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Aon - Celebrating Black History Month

Category: testimonial, black history month, Testimonials, Aon, women in insurance, Staff Testimonial, Insuranace, black, black women, Black Talent, Black Diversity, Black History

Global Ethnic Majority

Aon - Black History Month 2021

October is Black History Month, a time when people from many different backgrounds come together to celebrate the positive role of Black people in shaping our communities.

Black History Month promotes knowledge, understanding and recognition of Black history and achievements. It aims to acknowledge and celebrate the contributions made by Black people to the cultural and economic development of the UK.

It also serves as a reminder that there is more work to be done, and momentum must be continued to create an entirely inclusive society – this includes Aon's commitment to Inclusion and Diversity.

Colleagues from our UK team have shared what Black History Month means to them.

May the words of Elisha, Deangelo and Marianne inspire you to continue the conversation this month and beyond.

Elisha St Hilaire 

Elisha St Hilaire

Please tell us about your current role
I am Project Manager in the Global Project Services team of Wealth Solutions and I also co-chair Aon’s Multicultural Network (MCN).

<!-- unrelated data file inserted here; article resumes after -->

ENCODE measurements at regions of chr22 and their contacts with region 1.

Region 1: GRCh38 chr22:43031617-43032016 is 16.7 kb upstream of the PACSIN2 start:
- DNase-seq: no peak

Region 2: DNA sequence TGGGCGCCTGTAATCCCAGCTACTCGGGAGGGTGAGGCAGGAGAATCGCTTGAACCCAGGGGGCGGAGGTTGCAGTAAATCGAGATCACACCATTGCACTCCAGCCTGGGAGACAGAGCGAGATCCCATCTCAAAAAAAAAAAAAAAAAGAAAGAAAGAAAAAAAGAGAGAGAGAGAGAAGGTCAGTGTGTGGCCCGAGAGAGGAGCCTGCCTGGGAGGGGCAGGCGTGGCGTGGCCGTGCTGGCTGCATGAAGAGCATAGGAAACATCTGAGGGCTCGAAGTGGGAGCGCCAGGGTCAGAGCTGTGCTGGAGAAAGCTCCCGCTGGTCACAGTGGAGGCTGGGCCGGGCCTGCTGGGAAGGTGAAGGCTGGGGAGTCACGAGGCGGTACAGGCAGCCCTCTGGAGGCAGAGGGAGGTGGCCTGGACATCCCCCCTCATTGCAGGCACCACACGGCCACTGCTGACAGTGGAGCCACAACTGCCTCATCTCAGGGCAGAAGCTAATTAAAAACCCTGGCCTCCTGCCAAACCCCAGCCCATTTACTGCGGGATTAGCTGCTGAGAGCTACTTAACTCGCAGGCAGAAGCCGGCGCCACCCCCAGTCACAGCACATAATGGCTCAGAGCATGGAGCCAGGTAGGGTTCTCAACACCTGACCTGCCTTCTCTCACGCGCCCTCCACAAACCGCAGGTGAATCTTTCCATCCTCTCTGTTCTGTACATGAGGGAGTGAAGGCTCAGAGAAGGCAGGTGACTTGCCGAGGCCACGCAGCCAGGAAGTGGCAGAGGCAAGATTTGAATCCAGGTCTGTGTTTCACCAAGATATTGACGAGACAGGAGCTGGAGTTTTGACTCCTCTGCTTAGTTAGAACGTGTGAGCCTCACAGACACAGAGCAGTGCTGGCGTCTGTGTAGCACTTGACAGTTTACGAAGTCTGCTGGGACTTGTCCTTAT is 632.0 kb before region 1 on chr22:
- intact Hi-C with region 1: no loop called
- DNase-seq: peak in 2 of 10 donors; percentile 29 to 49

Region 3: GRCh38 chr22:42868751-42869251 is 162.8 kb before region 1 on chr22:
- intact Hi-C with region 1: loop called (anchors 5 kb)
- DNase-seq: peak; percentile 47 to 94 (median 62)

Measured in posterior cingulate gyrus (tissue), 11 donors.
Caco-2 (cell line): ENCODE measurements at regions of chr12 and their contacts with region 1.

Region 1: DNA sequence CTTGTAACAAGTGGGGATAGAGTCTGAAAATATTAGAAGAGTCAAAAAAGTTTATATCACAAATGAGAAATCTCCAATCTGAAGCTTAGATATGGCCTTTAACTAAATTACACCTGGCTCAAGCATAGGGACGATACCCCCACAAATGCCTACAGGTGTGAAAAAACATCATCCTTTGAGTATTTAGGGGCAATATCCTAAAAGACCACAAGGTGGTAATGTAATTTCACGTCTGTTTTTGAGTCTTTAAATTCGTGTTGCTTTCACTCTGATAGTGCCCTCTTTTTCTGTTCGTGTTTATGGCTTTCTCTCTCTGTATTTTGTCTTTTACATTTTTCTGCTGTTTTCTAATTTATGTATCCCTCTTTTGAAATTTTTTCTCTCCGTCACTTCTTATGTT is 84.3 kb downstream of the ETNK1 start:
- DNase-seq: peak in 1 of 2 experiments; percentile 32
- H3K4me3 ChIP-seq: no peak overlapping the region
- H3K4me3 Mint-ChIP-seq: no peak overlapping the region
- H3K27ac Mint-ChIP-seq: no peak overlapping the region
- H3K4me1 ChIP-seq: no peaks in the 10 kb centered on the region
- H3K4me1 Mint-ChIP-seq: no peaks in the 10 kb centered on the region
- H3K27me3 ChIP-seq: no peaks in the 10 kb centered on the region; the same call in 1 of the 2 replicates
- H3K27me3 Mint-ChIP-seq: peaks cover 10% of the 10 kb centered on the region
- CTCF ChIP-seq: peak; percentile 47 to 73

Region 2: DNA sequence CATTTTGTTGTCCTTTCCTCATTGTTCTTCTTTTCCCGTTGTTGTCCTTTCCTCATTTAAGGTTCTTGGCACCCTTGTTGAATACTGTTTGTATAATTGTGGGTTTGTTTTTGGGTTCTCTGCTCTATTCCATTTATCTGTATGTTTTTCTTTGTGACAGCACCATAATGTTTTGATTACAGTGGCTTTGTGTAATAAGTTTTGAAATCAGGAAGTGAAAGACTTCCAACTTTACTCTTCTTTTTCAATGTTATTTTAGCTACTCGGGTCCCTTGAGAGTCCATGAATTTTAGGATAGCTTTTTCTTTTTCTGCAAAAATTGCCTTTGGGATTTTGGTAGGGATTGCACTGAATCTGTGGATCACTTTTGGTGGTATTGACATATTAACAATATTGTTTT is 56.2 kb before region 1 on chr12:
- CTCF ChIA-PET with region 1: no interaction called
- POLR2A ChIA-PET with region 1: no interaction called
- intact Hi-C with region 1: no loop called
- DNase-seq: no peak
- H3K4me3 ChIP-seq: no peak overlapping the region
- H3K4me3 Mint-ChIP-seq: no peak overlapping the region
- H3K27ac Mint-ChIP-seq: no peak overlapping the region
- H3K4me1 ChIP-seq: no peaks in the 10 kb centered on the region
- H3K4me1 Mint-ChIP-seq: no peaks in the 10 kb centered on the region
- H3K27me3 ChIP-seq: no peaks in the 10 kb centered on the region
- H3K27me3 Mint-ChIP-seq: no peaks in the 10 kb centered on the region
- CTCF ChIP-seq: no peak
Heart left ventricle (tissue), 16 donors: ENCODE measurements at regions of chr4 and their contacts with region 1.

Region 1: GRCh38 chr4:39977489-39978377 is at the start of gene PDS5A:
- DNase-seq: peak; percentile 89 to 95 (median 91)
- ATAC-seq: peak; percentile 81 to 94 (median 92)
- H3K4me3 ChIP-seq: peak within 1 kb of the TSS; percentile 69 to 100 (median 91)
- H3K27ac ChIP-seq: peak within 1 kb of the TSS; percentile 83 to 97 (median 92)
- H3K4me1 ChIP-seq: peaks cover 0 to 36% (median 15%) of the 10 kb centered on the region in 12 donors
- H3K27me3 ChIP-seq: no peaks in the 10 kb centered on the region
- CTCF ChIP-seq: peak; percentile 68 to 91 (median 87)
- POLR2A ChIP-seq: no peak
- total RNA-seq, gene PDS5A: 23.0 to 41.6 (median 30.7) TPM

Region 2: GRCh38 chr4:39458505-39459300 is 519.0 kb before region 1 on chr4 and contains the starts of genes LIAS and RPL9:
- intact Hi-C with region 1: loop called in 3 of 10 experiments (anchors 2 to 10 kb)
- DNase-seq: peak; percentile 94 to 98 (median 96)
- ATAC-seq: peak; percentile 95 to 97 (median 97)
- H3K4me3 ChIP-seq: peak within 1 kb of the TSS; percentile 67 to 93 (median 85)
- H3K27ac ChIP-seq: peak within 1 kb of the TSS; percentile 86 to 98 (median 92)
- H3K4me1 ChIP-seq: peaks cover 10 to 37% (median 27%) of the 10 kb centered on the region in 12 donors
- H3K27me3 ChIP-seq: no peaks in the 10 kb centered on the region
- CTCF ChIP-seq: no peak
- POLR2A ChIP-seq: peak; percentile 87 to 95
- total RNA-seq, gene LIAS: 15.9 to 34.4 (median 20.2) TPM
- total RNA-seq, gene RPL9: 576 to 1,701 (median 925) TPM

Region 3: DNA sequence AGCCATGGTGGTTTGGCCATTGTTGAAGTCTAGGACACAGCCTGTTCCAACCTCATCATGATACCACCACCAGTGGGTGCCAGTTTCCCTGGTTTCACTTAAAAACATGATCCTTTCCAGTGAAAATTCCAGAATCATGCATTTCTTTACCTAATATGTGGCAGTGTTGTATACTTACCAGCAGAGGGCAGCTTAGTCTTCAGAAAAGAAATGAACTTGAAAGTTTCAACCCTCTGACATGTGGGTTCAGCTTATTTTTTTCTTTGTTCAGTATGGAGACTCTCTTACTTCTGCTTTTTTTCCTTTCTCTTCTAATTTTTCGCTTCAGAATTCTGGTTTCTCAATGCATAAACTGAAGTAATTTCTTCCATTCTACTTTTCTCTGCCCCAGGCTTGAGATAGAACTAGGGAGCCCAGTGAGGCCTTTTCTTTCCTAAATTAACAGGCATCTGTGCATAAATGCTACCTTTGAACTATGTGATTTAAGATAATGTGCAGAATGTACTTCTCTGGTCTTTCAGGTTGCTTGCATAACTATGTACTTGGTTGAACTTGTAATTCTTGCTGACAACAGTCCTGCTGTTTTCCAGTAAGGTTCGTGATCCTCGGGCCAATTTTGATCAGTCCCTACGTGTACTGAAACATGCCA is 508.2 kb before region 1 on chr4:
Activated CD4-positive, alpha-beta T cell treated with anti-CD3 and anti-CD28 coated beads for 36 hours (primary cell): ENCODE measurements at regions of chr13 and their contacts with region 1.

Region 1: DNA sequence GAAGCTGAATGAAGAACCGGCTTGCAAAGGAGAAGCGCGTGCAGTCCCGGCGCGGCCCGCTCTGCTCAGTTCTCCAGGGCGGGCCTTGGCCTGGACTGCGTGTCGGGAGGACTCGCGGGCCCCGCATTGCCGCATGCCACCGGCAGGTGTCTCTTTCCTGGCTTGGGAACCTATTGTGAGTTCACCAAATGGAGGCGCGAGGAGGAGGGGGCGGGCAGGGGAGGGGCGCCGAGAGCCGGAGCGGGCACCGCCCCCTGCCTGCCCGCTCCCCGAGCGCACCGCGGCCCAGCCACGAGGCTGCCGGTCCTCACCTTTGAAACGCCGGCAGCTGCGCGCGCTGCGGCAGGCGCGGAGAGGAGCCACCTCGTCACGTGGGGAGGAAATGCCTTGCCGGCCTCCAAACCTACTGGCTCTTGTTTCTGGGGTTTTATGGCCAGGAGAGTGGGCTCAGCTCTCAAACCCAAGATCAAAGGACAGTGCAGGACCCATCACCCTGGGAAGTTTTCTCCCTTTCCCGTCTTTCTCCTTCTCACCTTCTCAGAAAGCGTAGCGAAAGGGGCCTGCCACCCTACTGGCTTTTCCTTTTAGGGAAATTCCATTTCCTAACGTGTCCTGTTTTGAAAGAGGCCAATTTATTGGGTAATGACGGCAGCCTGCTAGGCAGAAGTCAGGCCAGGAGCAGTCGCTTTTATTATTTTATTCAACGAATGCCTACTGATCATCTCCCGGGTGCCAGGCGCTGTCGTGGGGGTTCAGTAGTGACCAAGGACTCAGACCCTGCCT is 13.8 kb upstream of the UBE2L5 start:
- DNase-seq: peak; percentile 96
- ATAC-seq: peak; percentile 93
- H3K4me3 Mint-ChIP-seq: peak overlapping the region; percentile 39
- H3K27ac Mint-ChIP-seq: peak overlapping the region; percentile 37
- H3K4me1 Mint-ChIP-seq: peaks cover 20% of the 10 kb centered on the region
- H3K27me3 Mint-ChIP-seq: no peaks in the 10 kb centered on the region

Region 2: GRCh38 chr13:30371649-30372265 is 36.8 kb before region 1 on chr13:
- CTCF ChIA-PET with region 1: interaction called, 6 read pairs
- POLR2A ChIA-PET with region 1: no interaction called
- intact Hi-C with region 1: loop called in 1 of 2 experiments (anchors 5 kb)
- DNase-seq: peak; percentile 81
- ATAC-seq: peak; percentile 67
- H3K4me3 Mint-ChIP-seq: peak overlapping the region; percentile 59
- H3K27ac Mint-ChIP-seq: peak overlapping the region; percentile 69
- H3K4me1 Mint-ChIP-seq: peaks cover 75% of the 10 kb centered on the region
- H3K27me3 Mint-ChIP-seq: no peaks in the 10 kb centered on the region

What do you most enjoy about it? 
I really enjoy the variety of projects I get to manage plus the new colleagues I get to meet and work with. Where the MCN is concerned, I am passionate about advocating for change and providing opportunities for ethnically diverse colleagues’ voices to be heard.

What’s the most important part of Black History Month to you? 
As our national curriculum brushes over Black history in schools, BHM provides an opportunity to speak our truth, raise awareness and celebrate being Black.​​​​​​​

​​​​​​​​​​​​​​What commitment has Aon made to support Black colleagues?
The biggest and most inspiring commitment to date is that all of our colleagues are empowered to be allies and take ownership to reflect, educate and grow. We must continue to accelerate our actions to drive impactful change.

Which Black historical figure who inspires you and why? 
As I consider myself to be somewhat of an activist and a disruptor, my key inspirational black figures are:

  • Rosa Parks – as I would have refused to give up my seat too!
  • Nelson Mandela – empathising with what he must have endured during his 27-year incarceration, and then becoming President of South Africa
  • Doreen Lawrence – for her tenacity to keep fighting to bring her son’s murderers to justice and the inspiring legacy of the Stephen Lawrence Foundation​​​​​​​

Deangelo Rigby

Deangelo Rigby

Tell us about your current role
Associate Director in the Aon Mergers and Acquisition and Transaction Solutions Group (AMATS)

What do you enjoy most about it? 
I get to work with a lot of different clients and companies who are undergoing strategic review and I get to add value which is exciting. I have worked with many sectors from Care homes to Renewable energy and I feel like my work is doing positive things in the wider society.

What’s the most important part of Black History Month to you?